And to graduate 2nd in my class after all that! But that was not the end of this battle with T1D! There was more to come that (at 18) I could not have been prepared for! You see, I also found myself dealing with many failed pregnancies and even a thyroid problem and even more!

It got to the point that I felt that life was not worth living if this was going to be my life! And I did try to end it all. I did throw in the towel! I remember when I came to this decision and I told God (or whatever power above you believe in) that I could not continue. That it was too hard.

But, I also told Him that if I woke the next morning….. I would know I had a purpose. A reason for being. As you can see I did wake the next morning. And I woke with perfect glucose levels! As I saw this I looked up to God and said: “Message received….. Just tell me what You have in store for me!”

From that moment, I knew I was stronger than I had given myself credit for.I knew I was given this disease because I could handle it. I can learn from it and I can grow! And that has been my mission!

I know how hard it is to have this disease. To constantly have to count carbs, make insulin adjustments, keep up with doctor’s appointments and pay attention to what my body is telling me! It is a JOB! But I now confront it with a positivity I did not have in the beginning!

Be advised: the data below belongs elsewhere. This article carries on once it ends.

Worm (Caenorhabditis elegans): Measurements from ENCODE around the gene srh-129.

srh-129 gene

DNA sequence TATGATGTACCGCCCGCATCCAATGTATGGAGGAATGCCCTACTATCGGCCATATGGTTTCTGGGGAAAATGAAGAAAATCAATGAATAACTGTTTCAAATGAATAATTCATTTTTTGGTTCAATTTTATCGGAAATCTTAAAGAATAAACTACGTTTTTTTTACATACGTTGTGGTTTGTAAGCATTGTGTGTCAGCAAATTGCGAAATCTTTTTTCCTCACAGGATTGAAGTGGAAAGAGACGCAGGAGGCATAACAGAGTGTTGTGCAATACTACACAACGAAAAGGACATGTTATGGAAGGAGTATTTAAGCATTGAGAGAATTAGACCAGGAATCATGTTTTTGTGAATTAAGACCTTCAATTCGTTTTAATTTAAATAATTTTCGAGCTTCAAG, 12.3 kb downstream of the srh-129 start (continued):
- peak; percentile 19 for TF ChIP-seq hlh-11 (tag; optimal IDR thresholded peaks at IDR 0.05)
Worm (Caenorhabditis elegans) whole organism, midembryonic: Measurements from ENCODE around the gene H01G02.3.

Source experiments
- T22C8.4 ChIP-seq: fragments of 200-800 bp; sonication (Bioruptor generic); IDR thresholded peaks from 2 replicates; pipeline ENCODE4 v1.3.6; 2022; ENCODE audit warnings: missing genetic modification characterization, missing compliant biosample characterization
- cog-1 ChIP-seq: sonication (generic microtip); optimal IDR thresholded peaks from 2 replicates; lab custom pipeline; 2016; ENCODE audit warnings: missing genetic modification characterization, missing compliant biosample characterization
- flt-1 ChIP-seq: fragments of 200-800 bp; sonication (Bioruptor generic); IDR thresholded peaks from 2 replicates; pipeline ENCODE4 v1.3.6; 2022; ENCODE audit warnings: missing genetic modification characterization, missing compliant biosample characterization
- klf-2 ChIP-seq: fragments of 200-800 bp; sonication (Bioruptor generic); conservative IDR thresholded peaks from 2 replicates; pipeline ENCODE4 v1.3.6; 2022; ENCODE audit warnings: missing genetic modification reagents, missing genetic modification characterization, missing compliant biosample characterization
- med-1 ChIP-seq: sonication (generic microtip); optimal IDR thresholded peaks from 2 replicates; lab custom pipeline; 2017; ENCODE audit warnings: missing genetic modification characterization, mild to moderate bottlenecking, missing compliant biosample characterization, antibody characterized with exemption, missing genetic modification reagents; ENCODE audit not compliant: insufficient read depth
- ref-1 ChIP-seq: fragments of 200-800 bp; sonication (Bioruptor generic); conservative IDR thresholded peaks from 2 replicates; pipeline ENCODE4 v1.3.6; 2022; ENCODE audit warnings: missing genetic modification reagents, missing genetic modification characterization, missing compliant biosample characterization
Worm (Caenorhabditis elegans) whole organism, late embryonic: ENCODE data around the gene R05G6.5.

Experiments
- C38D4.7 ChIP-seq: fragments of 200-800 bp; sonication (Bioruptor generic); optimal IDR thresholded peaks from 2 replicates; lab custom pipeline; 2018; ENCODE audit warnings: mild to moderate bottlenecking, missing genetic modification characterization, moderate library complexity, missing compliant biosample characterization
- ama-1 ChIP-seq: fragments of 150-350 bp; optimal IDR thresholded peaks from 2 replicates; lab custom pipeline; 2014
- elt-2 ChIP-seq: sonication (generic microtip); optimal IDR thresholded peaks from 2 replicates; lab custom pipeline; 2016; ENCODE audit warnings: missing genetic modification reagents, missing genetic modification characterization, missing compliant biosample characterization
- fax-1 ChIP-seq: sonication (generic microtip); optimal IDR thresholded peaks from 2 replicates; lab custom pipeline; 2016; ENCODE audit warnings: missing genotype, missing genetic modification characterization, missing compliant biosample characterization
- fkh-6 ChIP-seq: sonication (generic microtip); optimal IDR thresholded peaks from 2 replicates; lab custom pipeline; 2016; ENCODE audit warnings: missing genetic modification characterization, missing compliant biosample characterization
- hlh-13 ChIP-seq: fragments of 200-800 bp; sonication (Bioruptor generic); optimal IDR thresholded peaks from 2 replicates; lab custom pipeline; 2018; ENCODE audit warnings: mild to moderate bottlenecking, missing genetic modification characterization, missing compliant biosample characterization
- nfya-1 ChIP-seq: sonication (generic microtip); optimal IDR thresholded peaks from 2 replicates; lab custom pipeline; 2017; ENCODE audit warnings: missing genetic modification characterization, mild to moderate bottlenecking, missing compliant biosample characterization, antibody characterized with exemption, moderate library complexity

Instead of being angry or upset, I look to find the positive!

And the biggest positive is the fact that I woke up this morning when so many did not! This tells me I have more to do! That my reason for being has not been fulfilled!

So I decided to go even further! I mean why not be a T1D Actress, Model, Action Fighter? I mean who says we can’t do these things and still be upfront about our disease? Still keep people informed! Still spread awareness? When I was 17 and trying to find someone….. ANYONE I could look to, I had NO ONE!

I am the only type 1 in my family so when I was learning and dealing with this….. I felt so alone! Now, I know I am not alone and I love the strength this T1D community has! I want to show the good and the bad with being a type 1 diabetic. And I hope that by showing both sides, the good is what can be seen and looked up to more!